Hollis Church's latest venture is The Glowing Body, a combination yoga studio, apparel shop and high-eneregy foods cafe in Downtown North.
latest venture is The Glowing Body
, a combination yoga studio, apparel shop and high-eneregy foods cafe in Downtown North.
is relaying all this from the heart of her
latest venture, The Glowing Body
, a combination yoga studio, apparel shop, and high-energy foods cafe in Downtown North.She's animated, dressed head to toe in shades of purple, hair in two tiny pigtails, purple butterfly earrings swinging as she goes into the part where she became the winter caretaker, enthralled with the cold and the beauty, the physical work, radioing the weather down to the hiking guides.
"If I hadn't gotten pregnant, I probably would have been a lifer on Mt. LeConte," she
says.A craving for beefsteak alerted the "sincere vegan" to her
changing hormones, and back down the mountain she
"I started cooking for families in town because I could put my daughter Kira on the floor or in a backpack," she
says."Then one thing led to another."
Knoxville's first coffee house, Java, opened and Church
offered to make its muffins."Then I started making lunch stuff ... "
During a stint as a sous chef she
hit it off with local raw and vegetarian food maven Yawah Awolowo and they went into vegetarian catering."We ended up splitting the company when the backstage catering got going," says Church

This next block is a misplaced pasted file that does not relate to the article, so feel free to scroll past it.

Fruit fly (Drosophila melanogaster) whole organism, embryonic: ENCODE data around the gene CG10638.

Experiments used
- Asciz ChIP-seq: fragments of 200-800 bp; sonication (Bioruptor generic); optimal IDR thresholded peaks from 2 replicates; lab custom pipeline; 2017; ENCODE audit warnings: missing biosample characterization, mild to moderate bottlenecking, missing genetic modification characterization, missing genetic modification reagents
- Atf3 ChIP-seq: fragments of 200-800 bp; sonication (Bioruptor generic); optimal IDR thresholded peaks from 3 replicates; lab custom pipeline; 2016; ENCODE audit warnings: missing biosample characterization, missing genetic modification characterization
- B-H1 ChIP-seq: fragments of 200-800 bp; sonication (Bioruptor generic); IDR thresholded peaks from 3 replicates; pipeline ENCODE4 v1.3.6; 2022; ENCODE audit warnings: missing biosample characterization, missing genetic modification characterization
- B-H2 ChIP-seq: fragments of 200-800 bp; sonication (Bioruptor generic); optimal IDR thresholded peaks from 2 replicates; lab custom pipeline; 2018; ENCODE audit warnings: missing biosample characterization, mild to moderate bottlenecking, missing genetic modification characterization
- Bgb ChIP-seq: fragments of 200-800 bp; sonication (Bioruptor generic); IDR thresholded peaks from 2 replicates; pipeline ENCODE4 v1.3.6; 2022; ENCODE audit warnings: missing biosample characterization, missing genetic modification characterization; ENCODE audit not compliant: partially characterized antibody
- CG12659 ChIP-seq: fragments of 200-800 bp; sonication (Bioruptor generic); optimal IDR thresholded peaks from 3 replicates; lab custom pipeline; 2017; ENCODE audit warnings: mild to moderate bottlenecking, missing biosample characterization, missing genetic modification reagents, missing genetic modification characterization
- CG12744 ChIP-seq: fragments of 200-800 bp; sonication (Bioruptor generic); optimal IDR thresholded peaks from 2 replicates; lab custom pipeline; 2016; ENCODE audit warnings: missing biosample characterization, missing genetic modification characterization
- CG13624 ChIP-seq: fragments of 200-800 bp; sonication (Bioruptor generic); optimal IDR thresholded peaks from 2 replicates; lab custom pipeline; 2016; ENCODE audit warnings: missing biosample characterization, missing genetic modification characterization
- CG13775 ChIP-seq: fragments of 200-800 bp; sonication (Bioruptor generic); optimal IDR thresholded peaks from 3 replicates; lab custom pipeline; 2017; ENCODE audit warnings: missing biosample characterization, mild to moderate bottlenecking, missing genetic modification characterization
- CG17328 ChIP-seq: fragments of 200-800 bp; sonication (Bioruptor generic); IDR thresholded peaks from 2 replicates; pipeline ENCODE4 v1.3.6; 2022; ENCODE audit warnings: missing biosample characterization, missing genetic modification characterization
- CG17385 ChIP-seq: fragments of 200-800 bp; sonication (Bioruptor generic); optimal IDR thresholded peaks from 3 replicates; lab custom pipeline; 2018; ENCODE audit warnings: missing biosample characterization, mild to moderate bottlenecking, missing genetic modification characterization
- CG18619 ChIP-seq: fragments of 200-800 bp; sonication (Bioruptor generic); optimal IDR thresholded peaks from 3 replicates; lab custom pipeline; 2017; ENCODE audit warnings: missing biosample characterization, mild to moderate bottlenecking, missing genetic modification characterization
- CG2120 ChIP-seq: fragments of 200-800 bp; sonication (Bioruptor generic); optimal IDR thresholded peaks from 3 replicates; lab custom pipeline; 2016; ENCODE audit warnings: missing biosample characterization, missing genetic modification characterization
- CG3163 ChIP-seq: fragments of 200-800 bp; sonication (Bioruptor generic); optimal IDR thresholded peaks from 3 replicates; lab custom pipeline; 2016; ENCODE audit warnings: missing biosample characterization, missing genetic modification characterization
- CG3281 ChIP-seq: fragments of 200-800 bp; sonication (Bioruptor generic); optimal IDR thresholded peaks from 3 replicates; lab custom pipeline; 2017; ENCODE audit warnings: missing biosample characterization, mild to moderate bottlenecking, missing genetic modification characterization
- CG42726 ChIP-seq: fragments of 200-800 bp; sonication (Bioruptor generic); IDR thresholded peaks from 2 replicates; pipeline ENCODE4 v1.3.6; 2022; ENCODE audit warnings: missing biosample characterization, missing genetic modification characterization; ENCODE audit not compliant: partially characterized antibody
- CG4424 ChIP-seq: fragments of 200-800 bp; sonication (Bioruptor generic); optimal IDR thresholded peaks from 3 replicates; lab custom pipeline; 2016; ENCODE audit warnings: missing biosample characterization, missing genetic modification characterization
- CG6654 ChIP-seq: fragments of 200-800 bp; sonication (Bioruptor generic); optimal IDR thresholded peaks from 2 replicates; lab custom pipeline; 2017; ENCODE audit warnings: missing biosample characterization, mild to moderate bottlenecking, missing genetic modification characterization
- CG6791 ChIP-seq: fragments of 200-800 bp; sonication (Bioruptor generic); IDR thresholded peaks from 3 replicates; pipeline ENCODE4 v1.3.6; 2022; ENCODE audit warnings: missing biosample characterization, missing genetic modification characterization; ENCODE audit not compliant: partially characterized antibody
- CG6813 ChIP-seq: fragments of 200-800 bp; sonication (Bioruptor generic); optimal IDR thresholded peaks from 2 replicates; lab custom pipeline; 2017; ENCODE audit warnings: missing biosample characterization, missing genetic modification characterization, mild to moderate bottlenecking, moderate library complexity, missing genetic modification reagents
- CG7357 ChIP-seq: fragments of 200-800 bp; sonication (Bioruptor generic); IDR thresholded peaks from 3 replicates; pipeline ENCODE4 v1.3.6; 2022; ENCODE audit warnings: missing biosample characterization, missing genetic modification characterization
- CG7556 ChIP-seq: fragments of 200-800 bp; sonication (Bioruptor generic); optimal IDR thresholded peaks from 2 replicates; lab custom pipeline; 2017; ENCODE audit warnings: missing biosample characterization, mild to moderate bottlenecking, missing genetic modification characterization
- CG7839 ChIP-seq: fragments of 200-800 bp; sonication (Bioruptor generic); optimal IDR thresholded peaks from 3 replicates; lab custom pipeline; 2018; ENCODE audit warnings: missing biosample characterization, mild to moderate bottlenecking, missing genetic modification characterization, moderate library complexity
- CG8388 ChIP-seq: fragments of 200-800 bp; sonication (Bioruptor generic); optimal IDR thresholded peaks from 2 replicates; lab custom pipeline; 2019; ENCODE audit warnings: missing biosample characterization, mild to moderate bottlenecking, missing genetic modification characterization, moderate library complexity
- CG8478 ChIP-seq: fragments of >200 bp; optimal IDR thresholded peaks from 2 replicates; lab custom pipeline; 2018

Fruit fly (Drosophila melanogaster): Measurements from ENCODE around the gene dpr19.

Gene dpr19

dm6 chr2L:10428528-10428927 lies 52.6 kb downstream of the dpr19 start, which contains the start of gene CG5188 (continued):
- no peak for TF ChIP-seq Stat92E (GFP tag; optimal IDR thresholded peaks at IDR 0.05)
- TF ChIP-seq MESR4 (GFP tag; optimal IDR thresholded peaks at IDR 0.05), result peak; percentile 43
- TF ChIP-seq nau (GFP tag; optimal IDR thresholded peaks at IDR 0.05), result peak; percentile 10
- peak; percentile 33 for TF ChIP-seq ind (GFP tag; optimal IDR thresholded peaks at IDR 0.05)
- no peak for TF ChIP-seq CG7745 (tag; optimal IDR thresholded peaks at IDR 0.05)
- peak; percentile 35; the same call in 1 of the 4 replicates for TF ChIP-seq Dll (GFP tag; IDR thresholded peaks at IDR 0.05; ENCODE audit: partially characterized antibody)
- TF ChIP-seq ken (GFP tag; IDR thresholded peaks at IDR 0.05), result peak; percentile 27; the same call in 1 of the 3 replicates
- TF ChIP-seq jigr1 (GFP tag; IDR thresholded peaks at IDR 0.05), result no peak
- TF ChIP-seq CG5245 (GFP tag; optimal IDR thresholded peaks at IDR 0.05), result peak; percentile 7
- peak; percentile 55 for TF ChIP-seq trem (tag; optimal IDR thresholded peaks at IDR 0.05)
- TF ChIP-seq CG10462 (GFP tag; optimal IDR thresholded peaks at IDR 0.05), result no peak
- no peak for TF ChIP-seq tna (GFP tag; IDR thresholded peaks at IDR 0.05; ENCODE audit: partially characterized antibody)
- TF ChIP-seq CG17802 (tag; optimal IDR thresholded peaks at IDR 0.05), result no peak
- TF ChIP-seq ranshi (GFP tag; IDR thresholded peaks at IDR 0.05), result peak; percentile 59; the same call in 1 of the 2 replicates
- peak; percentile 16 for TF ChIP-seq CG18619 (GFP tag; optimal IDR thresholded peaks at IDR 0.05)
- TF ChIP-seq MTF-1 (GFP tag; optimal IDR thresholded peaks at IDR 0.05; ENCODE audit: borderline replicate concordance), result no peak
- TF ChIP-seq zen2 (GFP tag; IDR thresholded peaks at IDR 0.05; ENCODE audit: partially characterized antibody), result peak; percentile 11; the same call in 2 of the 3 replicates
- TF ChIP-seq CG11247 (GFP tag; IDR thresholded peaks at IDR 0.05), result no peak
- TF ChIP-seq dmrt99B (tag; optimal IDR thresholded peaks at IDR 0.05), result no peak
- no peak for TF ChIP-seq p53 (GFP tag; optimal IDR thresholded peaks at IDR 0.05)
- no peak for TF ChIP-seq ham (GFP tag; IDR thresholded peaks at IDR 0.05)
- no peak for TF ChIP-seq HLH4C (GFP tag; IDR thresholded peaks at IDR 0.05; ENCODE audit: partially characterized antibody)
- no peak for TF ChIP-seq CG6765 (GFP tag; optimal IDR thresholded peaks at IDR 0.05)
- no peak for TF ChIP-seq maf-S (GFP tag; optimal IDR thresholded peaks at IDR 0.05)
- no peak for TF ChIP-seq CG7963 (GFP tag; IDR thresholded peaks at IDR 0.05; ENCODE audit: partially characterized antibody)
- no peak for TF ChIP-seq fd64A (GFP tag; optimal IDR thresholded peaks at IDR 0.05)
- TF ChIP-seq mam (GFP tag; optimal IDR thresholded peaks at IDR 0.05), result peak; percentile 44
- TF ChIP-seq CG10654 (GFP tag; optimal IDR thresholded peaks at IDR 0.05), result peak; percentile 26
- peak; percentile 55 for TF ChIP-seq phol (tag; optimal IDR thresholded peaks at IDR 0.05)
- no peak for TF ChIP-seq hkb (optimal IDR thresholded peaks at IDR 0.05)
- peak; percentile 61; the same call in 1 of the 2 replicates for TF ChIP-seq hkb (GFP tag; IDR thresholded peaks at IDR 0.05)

."I really enjoyed that and Yawah was doing more weddings and parties.We're still great friends."
The LeConte experience held her
in good stead, says Church
."When you know how to order groceries that are coming up on llamas, you're born for rock 'n' roll catering," she
says with a big grin."It's all by the seat of your pants."
still owns the company, Dega Catering
, but others now go on tour, not her
.Cutting back on travel six years ago let her
love affair with yoga."That's when I started, but I'd known since my twenties that I was going to get into it," she
Still, says Church
never been evangelical."I can't preach because I'm not strict about anything," she
says."Yoga and raw foods people can get radical and real precious.But I want to make it something kind of normal--just a little something you can add into your life."
This morning, Church
is sitting gracefully on a cafe stool, ready to dip into a bowl of the raw "easy fruit" mix that's her
specialty ("We're thinking of converting the name to berry soup," she
admits with a smile), surrounded by vases of sunflowers and lucky bamboos and natural wood.It could have been much different—originally Scott Carpenter and Peggy Hambright purchased the building and Church
was slated for a full-scale vegetarian restaurant up front.
And it seems right, says Church